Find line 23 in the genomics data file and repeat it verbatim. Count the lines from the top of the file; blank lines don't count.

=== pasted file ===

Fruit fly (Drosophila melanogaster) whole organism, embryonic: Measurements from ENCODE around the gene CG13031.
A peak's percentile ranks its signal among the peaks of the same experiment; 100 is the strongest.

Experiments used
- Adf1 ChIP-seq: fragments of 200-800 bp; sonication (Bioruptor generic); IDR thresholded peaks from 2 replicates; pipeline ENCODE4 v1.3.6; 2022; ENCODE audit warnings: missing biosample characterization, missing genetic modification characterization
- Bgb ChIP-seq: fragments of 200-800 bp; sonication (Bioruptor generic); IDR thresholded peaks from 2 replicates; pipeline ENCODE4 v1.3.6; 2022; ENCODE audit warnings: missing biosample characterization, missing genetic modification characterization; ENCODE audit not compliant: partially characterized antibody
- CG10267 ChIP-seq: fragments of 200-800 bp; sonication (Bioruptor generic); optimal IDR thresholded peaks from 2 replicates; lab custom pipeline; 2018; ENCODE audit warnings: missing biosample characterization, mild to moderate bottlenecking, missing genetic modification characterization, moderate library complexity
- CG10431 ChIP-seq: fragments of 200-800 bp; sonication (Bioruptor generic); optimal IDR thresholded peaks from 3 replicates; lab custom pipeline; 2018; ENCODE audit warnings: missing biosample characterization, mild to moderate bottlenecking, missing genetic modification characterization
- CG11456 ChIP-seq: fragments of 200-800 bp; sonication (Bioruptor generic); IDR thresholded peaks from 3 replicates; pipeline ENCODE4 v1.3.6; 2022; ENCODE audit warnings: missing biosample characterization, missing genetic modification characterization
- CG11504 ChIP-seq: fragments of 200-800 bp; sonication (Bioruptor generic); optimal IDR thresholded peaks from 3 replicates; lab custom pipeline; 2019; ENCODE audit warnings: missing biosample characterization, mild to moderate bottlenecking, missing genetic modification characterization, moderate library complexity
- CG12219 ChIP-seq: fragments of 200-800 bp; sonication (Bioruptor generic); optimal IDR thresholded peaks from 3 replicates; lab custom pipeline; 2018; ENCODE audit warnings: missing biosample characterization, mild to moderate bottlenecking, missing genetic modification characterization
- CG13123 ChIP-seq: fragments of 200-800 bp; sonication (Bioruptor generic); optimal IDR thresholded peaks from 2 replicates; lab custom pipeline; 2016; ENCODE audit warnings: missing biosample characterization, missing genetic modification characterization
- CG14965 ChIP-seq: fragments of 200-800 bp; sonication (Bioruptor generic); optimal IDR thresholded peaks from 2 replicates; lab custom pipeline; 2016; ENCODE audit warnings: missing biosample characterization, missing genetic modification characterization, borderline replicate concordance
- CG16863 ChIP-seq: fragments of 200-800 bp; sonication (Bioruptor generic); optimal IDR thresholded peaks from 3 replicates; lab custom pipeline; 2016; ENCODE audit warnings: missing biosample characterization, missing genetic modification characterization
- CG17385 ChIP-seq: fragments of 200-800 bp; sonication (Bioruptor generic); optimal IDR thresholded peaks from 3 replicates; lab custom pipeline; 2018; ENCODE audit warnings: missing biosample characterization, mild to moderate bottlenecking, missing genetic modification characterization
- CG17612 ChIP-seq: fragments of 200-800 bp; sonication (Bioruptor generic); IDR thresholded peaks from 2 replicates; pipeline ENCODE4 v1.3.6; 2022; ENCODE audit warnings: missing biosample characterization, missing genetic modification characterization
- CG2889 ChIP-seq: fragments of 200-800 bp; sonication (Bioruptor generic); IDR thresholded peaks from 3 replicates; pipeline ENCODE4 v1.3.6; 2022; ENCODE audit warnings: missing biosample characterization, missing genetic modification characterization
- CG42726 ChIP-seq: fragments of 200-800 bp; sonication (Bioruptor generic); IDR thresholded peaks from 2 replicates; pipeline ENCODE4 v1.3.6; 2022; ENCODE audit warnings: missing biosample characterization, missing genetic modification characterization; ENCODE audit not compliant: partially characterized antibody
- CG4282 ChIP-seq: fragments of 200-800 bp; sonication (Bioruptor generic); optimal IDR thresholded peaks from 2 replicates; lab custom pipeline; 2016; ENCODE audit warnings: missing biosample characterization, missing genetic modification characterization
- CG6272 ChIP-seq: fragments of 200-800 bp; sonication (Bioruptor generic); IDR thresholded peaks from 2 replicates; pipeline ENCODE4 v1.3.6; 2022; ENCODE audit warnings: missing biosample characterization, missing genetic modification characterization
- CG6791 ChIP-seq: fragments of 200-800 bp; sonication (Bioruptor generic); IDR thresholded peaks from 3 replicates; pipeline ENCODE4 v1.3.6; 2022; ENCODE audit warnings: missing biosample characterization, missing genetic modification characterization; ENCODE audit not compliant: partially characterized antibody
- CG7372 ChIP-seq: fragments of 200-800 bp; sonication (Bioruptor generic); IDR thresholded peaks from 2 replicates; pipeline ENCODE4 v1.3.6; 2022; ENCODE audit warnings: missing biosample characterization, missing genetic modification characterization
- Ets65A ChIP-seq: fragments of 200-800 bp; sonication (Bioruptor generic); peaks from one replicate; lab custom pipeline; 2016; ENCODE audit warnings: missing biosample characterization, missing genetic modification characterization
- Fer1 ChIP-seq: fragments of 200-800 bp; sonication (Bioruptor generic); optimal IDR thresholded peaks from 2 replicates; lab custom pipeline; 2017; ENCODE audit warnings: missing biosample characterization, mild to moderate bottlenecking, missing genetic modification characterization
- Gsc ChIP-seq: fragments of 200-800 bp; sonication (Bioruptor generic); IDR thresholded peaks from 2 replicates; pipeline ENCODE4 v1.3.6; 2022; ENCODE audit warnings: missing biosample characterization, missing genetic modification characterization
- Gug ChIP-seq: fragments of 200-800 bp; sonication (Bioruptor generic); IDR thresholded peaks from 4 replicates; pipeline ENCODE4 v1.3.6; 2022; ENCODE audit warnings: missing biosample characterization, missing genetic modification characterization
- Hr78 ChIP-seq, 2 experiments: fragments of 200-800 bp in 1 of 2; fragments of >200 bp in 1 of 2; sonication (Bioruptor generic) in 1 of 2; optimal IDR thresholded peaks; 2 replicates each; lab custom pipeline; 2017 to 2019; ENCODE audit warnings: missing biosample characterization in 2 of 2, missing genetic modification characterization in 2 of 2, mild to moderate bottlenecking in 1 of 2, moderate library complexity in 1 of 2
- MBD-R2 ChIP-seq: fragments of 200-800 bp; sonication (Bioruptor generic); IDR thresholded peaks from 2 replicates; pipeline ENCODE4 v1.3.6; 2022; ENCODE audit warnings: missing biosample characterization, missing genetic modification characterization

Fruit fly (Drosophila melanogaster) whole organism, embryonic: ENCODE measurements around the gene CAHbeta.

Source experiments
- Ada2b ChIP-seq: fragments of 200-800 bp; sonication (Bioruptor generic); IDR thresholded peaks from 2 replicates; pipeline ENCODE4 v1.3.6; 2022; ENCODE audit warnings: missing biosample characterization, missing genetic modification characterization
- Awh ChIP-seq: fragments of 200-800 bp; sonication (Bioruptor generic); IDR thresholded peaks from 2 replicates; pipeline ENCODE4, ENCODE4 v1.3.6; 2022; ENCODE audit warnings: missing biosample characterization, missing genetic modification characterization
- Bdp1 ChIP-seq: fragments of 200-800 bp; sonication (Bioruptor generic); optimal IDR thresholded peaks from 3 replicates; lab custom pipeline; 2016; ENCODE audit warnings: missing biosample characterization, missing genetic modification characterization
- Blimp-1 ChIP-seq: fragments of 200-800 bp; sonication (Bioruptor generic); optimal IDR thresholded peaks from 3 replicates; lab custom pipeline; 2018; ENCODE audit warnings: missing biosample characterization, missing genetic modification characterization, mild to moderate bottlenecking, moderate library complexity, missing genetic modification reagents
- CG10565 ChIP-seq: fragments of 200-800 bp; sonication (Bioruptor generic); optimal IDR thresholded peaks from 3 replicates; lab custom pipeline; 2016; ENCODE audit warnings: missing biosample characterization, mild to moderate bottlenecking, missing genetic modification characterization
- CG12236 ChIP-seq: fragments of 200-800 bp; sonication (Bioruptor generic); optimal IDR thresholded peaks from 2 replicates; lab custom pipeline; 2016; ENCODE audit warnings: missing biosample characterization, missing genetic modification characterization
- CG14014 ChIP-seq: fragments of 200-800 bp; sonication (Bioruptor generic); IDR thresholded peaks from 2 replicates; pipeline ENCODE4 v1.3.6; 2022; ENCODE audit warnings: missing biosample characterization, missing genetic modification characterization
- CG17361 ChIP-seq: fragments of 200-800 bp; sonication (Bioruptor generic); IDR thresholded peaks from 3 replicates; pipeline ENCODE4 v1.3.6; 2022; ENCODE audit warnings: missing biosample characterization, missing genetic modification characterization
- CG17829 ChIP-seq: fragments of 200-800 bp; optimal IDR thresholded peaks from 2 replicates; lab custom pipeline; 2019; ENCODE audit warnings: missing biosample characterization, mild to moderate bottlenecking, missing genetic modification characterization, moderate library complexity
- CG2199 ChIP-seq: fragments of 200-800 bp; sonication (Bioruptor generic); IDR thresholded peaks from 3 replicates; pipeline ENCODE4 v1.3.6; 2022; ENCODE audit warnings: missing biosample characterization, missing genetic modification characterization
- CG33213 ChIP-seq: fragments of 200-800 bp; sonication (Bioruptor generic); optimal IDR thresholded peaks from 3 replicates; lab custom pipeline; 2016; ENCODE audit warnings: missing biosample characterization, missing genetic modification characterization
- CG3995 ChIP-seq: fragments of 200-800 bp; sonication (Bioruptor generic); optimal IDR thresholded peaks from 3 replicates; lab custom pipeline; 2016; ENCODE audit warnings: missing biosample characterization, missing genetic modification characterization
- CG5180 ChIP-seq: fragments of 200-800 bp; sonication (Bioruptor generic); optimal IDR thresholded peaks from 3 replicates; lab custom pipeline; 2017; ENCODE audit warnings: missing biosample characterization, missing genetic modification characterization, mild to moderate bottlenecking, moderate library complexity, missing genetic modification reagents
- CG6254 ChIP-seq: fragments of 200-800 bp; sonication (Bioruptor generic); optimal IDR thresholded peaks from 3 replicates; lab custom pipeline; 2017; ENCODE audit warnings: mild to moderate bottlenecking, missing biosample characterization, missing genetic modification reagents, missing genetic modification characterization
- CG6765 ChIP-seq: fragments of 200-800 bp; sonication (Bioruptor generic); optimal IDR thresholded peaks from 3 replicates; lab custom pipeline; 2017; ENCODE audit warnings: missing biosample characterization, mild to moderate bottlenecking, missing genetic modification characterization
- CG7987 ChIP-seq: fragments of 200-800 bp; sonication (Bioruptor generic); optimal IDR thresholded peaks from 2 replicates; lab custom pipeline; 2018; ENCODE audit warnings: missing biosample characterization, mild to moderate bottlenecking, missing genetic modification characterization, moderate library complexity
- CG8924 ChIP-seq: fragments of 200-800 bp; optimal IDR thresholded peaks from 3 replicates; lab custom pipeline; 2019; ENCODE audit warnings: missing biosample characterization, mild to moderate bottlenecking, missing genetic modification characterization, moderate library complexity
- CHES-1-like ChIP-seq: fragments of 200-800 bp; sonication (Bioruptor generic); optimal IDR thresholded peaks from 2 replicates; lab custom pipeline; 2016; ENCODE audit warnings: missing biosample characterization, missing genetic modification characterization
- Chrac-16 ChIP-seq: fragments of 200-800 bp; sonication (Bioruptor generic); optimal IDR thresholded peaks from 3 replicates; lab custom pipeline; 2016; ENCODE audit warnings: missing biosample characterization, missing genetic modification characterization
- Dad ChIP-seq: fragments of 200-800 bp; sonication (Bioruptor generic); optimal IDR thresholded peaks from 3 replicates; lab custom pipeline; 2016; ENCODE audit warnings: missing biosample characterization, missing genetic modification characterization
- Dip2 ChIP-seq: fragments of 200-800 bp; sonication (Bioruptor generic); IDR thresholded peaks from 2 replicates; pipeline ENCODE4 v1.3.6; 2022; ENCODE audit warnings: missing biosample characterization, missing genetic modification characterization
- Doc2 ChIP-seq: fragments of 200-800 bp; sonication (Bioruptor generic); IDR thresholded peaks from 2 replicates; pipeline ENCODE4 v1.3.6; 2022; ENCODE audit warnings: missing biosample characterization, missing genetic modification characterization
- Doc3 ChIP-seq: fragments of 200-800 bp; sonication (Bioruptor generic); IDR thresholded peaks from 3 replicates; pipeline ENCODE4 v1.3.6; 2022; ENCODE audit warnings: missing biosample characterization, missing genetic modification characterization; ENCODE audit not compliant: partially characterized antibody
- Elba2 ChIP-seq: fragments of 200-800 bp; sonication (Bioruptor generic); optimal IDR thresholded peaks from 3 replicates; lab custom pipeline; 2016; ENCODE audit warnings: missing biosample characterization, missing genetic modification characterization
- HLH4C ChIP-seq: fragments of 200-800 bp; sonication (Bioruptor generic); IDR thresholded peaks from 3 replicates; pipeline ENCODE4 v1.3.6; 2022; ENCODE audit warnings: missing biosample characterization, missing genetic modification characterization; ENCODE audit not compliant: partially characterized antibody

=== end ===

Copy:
- Fer1 ChIP-seq: fragments of 200-800 bp; sonication (Bioruptor generic); optimal IDR thresholded peaks from 2 replicates; lab custom pipeline; 2017; ENCODE audit warnings: missing biosample characterization, mild to moderate bottlenecking, missing genetic modification characterization